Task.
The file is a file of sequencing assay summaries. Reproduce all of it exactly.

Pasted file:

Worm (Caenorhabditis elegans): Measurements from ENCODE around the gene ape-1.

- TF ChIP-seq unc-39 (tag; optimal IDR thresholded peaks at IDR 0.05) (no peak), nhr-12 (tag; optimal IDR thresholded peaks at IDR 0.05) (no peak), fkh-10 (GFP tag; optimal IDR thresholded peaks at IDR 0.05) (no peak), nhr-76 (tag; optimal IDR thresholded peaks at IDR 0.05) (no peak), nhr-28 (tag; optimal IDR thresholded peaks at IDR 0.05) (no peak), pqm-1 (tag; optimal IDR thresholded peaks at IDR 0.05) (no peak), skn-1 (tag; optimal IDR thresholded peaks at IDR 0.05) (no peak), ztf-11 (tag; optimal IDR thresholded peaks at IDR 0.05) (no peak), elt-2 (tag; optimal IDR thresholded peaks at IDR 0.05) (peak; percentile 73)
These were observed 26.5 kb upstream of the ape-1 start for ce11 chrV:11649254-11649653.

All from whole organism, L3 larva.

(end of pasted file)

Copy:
Worm (Caenorhabditis elegans): Measurements from ENCODE around the gene ape-1.

- TF ChIP-seq unc-39 (tag; optimal IDR thresholded peaks at IDR 0.05) (no peak), nhr-12 (tag; optimal IDR thresholded peaks at IDR 0.05) (no peak), fkh-10 (GFP tag; optimal IDR thresholded peaks at IDR 0.05) (no peak), nhr-76 (tag; optimal IDR thresholded peaks at IDR 0.05) (no peak), nhr-28 (tag; optimal IDR thresholded peaks at IDR 0.05) (no peak), pqm-1 (tag; optimal IDR thresholded peaks at IDR 0.05) (no peak), skn-1 (tag; optimal IDR thresholded peaks at IDR 0.05) (no peak), ztf-11 (tag; optimal IDR thresholded peaks at IDR 0.05) (no peak), elt-2 (tag; optimal IDR thresholded peaks at IDR 0.05) (peak; percentile 73)
These were observed 26.5 kb upstream of the ape-1 start for ce11 chrV:11649254-11649653.

All from whole organism, L3 larva.